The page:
$$ E = {\raise0.7ex\hbox{$Y$} \!\mathord{\left/ {\vphantom {Y \rho }}\right.\kern-0pt} \!\lower0.7ex\hbox{$\rho $}}. $$
    (8)
  • Furthermore, the twist factor in textile industries is a critical parameter—influenced by its tenacity—that determines fibre spinnability. A high twist factor could be obtained from cultivars that could demonstrate higher breaking tenacity; examples include cotton cultivar Laxmi (47 cN/tex) or St Vincent (59.92 cN/tex) (Table 11), which may have the probability of sustaining against a higher twist factor above 125 tex1/2/cm compared to Wanmian 39 (24 cN/tex) that may sustain below the mentioned threshold (Fig. 22) (Hearle and Morton 2008). Furthermore, fibres exhibiting higher tenacity are also inherently good insulators.

    Fig. 22
    figure22

    (modified from Hearle and Morton, 2008)

    Change of breaking tenacity based on twist factors

Conclusion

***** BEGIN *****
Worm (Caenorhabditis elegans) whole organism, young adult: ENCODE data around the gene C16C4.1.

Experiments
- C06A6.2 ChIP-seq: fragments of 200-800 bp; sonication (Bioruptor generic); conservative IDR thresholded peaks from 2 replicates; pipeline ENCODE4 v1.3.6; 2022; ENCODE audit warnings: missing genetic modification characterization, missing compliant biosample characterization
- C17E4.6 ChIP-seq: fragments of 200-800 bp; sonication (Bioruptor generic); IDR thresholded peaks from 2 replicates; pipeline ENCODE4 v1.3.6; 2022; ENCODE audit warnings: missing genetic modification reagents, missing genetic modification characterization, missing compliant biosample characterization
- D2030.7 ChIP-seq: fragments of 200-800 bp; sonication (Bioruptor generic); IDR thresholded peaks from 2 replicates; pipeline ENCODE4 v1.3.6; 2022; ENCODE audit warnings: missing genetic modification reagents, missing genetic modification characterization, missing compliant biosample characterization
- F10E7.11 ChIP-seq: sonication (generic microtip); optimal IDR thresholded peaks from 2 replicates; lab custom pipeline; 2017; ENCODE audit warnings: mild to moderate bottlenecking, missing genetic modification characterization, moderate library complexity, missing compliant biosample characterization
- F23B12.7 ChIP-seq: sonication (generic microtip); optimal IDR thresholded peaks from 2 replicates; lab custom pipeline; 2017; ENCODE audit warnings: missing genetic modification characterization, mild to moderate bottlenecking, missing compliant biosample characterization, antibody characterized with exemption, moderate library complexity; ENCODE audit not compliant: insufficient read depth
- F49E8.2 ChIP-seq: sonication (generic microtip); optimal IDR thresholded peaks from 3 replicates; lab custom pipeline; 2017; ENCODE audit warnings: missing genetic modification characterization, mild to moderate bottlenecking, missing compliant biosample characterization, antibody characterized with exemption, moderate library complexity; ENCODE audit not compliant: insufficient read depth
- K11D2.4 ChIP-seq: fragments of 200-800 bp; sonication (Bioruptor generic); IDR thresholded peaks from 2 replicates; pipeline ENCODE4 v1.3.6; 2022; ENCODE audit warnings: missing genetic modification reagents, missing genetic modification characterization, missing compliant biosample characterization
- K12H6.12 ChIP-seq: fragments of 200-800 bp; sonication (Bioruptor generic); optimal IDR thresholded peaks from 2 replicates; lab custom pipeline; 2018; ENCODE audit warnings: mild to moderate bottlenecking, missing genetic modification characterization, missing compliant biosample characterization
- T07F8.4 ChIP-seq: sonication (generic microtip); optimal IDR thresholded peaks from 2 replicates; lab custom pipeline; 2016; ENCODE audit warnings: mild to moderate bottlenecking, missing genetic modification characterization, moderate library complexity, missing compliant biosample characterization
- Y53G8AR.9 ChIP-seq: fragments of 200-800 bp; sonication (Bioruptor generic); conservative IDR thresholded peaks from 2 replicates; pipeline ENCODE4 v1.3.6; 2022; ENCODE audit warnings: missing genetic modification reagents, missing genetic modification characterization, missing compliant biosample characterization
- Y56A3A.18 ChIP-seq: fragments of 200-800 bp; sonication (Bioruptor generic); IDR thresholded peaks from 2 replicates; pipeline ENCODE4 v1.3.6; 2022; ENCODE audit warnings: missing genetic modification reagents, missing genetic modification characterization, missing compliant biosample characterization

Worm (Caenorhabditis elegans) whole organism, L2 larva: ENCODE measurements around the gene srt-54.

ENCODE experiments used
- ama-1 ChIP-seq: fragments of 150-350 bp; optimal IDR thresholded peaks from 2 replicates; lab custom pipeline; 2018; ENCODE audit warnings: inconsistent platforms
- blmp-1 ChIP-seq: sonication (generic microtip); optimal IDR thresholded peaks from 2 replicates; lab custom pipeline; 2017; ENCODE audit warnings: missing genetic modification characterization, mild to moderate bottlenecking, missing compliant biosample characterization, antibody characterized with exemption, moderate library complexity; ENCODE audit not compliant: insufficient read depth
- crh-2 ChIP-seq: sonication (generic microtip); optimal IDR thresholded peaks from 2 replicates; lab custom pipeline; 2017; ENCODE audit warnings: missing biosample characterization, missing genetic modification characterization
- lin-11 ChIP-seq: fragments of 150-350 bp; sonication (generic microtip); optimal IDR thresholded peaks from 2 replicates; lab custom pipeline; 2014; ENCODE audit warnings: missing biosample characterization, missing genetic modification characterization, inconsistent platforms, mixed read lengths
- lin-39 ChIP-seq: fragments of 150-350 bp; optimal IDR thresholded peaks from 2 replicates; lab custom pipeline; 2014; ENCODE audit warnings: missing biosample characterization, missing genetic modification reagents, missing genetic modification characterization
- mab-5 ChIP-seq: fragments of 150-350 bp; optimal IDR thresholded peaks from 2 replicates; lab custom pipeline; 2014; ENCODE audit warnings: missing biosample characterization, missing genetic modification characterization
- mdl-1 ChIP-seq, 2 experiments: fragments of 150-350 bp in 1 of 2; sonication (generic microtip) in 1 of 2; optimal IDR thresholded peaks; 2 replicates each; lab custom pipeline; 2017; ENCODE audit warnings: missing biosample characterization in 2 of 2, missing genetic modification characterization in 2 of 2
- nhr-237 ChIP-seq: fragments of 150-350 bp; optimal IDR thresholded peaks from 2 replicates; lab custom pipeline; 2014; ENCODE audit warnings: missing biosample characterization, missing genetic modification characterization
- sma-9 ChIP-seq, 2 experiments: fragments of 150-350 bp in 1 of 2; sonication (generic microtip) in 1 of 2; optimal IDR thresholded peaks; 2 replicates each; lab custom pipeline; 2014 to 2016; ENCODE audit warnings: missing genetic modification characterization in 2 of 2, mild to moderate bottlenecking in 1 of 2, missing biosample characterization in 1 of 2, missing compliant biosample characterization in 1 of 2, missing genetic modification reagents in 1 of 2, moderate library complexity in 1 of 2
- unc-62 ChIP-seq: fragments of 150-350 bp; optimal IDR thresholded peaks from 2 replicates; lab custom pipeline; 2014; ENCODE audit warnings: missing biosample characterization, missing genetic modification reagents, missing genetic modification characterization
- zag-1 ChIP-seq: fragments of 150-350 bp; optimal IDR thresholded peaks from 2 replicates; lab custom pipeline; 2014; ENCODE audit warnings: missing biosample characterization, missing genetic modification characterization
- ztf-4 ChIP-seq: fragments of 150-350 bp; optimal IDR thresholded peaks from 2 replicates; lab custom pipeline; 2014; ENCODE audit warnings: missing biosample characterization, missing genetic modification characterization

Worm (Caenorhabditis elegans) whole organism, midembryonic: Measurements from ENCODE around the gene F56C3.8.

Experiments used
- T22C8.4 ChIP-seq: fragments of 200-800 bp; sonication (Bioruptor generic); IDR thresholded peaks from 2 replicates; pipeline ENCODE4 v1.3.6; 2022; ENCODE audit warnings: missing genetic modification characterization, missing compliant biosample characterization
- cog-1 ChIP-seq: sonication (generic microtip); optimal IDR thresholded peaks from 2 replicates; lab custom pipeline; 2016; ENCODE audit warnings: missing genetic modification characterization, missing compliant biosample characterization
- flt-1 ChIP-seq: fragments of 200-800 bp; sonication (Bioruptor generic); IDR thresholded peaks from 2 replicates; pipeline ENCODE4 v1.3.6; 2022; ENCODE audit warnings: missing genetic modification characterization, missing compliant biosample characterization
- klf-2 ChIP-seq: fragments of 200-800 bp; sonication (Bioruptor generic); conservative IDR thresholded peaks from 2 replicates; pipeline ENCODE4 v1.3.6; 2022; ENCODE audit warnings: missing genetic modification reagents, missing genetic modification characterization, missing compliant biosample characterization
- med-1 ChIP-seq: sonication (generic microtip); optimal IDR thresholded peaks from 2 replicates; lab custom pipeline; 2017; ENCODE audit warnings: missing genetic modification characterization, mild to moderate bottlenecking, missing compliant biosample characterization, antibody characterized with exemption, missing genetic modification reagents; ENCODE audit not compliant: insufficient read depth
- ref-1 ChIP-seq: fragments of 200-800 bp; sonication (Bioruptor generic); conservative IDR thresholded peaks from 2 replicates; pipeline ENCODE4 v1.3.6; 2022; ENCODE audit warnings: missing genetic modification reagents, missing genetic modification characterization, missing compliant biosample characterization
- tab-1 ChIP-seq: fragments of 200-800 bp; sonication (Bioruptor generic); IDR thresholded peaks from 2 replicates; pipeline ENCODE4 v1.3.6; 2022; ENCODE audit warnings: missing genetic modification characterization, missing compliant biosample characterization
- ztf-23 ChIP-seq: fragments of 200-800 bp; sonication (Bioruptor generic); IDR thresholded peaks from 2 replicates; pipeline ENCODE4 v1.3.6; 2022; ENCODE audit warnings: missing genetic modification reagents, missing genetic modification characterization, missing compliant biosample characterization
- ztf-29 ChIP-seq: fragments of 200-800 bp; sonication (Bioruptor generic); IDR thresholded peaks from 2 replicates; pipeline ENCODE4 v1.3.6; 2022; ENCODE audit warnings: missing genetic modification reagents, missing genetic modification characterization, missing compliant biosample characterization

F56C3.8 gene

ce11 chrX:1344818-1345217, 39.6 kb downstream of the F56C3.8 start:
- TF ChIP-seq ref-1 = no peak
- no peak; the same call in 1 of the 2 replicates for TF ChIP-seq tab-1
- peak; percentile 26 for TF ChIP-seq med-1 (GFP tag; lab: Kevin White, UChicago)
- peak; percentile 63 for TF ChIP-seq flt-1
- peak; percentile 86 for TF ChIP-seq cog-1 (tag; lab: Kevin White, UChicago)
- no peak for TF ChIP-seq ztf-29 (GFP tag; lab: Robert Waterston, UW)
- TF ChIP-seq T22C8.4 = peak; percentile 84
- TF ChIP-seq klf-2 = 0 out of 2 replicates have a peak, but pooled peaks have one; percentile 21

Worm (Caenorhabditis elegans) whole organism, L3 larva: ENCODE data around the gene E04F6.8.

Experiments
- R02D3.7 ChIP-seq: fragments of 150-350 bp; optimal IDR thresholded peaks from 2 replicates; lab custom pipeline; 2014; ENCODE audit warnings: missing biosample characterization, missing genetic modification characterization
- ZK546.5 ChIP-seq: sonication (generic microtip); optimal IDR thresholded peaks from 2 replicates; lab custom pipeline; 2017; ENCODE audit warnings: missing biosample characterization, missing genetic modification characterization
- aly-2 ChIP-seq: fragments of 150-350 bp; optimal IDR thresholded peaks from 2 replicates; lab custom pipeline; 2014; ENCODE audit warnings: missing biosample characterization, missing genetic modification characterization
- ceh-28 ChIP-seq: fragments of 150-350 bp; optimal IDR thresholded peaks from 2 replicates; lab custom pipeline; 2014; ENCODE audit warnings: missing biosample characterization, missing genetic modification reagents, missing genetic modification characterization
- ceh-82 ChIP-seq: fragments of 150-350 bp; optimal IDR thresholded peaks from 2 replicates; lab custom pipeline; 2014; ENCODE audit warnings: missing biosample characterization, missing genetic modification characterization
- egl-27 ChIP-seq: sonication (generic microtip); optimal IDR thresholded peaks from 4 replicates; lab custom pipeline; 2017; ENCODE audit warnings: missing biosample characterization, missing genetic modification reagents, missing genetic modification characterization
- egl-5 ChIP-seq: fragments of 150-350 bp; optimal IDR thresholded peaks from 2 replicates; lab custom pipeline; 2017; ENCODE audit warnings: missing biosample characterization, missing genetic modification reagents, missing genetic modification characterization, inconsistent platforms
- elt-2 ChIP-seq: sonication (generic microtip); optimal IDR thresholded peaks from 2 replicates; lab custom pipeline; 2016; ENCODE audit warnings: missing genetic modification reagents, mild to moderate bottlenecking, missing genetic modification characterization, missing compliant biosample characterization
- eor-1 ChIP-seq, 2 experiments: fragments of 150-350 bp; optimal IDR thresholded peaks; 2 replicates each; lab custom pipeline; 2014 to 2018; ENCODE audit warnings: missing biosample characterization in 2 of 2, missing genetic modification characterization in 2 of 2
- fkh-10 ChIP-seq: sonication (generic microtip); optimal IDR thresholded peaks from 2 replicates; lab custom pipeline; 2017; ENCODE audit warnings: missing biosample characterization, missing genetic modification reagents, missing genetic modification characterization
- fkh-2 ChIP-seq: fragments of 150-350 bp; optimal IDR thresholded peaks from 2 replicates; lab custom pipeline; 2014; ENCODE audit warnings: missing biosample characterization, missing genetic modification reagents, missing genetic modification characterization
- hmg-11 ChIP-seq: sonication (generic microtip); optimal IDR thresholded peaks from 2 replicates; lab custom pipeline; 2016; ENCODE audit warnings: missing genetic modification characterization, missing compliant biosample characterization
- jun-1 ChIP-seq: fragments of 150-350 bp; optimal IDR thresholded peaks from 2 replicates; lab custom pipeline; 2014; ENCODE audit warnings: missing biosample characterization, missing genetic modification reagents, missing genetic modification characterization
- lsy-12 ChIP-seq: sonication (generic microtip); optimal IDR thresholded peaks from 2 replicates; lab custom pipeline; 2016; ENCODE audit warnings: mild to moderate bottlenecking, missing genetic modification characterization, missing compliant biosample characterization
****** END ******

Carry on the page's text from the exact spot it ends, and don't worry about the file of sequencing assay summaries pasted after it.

Undoubtedly, cellulosic fibres are the materials for the future, very much driven by its natural abundance. Cotton, hemp, flax, and canola are important industrial crops with a significant global presence; these are also economical sources for organic cellulosic fibres for textile application. The principal objectives of this review were to characterize the variations of textile grade natural lignocellulosic fibre (NLF) produced from different cultivars of these industrial crops. Furthermore, this review work has summarized the key performance indicators of textiles fibre properties and the statistical correlation among them. These fibre properties possess significant value for both fundamental experiments and industrial applications. The study exhibited the relationship between different parameters (cellulose, pectin, lignin, tenacity, density, tensile strength, and diameter) among different cellulosic fibres (cotton, canola, flax, and hemp) using scattergram and monoplot vector diagram. The principal component analysis (PCA) was conducted to cluster similar fibres based on their mechanical and chemical properties. Interestingly, fibre breaking tenacity was marked as the most significant mechanical properties for cotton, canola, flax, and hemp fibres. Therefore, we applied the Weibull mathematical model using a large dataset of 80 different data-points of the cultivars of cotton, canola, hemp, and flax for an in-depth study of the probabilistic failure and reliability analysis of fibre breaking tenacity distribution. The average Weibull breaking tenacities for cotton (40.53 cN/tex), canola (3.18 cN/tex), flax (53.58 cN/tex), and hemp (54.60 cN/tex) were found to fall in between the 95% confidence interval of the average tenacities (cN/tex) of the fibres.